Obama’s speeches inspire many, but what I think is fascinating about him is his capacity to manage. So while he makes nuanced gestures towards the larger goal (resigning from his church, wearing that silly pin) of winning the Presidency, he is steadily building an extraordinary organization of very smart men and women, young, old and in between who really seek a different kind of American politics. I see an innovative strategy unfolding, one that pushes against the usual patriotic tropes and canned uses of anti-Black imagery and rhetoric that the Right have used for the past 40 years to exploit white supremacist ideologies and underscore White Male Power so that something as abominable as the Iraq War could actually take place. The Obama and Clinton campaigns have struck at the very heart of that cynical political construct, sometimes bringing new ideas to the discussion, but more than anything changing the symbolism, creating a new construct.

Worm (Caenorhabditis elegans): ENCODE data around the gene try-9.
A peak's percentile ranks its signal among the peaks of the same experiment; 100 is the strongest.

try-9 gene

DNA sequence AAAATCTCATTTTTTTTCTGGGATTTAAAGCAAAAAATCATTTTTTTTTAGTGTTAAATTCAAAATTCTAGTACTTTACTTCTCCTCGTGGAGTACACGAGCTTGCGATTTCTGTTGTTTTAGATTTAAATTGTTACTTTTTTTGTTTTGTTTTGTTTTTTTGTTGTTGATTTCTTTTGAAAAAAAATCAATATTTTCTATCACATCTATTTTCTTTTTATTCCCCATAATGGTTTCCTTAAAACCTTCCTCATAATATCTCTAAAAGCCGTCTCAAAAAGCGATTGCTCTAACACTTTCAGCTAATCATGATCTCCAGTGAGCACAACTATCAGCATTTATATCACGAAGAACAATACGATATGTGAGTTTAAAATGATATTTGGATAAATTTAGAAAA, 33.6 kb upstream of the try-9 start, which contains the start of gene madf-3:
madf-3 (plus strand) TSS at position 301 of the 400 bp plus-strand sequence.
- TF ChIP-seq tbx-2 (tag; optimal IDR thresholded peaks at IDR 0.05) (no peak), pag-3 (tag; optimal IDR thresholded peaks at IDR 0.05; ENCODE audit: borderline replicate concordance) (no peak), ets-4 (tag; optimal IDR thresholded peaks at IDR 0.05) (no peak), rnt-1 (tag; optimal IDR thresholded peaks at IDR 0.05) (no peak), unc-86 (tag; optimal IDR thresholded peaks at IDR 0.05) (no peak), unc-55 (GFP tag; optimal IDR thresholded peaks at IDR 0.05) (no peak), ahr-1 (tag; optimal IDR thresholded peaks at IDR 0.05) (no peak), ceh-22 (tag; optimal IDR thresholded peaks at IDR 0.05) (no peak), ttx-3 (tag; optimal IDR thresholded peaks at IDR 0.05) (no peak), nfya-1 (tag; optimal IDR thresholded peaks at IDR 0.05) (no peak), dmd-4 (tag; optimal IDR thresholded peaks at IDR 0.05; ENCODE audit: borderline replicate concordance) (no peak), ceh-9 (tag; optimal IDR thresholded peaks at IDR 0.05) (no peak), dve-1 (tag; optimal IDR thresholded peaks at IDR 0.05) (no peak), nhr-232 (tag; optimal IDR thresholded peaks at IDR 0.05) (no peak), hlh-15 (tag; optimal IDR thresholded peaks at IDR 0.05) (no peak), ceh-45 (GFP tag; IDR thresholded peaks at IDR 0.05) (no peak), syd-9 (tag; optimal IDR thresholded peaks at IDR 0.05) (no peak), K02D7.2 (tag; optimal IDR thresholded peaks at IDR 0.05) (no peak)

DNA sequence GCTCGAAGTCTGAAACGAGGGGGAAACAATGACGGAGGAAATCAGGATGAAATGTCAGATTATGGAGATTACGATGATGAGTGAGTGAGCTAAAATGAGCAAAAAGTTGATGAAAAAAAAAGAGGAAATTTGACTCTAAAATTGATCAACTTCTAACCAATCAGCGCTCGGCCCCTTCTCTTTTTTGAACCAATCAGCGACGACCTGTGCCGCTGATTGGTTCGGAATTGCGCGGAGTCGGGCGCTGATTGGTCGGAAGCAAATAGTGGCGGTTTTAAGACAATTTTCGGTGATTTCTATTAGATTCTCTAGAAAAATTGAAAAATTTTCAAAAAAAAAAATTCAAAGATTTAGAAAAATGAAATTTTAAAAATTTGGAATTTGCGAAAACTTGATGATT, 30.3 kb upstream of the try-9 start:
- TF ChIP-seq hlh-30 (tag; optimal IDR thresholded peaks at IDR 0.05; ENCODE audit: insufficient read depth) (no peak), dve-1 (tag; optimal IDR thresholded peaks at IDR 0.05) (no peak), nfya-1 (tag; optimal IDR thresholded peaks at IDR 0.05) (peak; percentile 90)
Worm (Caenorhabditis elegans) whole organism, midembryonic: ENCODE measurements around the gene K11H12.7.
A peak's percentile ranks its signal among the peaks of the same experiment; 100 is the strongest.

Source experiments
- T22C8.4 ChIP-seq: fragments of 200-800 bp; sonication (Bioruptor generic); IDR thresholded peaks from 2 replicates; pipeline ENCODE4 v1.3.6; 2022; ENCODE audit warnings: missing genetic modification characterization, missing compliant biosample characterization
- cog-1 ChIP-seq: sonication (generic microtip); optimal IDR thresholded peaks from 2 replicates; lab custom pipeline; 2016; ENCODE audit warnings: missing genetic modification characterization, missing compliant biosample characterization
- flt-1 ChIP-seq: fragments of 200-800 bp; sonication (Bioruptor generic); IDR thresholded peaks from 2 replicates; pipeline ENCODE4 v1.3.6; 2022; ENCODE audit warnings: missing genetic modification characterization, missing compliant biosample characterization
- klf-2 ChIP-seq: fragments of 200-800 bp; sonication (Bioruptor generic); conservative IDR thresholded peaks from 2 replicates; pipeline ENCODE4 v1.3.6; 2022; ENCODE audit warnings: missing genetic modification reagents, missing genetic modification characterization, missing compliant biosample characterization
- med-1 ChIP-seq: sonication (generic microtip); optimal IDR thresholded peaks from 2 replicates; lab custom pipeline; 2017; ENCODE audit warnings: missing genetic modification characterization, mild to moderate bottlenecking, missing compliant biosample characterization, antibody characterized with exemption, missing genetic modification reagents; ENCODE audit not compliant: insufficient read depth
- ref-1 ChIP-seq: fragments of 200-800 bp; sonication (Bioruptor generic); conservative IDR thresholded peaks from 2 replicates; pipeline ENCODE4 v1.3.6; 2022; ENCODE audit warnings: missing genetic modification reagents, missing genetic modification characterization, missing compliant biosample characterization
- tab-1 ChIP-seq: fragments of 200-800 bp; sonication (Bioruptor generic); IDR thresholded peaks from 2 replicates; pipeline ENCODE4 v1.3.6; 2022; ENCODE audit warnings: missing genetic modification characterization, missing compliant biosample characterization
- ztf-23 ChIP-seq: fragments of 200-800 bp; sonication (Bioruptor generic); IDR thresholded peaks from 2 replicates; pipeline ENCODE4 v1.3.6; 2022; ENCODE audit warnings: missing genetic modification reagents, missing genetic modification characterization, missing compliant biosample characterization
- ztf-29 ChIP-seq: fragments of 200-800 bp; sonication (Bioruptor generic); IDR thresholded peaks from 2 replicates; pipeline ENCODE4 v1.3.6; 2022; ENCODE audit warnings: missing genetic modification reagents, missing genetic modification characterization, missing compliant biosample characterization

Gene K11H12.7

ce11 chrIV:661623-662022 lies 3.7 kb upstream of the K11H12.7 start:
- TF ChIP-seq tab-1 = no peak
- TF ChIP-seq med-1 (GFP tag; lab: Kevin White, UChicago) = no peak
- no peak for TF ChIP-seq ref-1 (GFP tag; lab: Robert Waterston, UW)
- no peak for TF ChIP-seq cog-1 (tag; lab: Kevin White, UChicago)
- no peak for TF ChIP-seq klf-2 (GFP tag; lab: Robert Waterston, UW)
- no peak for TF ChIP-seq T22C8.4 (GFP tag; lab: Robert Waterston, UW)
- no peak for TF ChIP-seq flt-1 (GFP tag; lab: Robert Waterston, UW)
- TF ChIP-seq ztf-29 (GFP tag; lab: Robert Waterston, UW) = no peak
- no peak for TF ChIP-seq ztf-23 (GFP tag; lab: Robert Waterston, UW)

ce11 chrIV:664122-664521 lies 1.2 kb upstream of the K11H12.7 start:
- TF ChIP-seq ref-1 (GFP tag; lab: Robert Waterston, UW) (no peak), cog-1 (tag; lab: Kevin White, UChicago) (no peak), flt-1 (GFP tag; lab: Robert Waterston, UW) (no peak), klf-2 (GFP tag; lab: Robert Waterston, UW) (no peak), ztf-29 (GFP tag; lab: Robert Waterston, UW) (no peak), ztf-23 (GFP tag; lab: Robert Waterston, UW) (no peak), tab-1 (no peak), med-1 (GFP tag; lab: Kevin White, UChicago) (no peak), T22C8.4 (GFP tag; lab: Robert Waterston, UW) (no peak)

It seems to me that those who want to be part of this new construct must think and act differently. It’s going to take a lot of hard work, bitter humor and quick thinking to get through the next few months to realize the possibilities of this historical shift. I know people are always talking about “hope” when talking about Obama, but what I think is key to his run and his possible win is “audacity.” We need to show our own willingness to achieve and use power. We need to see our selves, our Black selves as the deciders. We need to see how history has prepared us for this moment, in the same way that history prepared the Black folks to rise up against second class citizenship in Alabama, Georgia, Mississippi, Louisiana, elsewhere in the Old Confederacy in the late 1940’s, early 1950’s. Their activism didn’t just happen. Obama’s candidacy didn’t just happen. And we will not change this country for the better if we don’t make things happen. We must make audacity our mantra. Like Tiger Wood’s “sudden death” win at the US Open today, when you give everything you got and then some, well there really isn’t anything that can’t be done.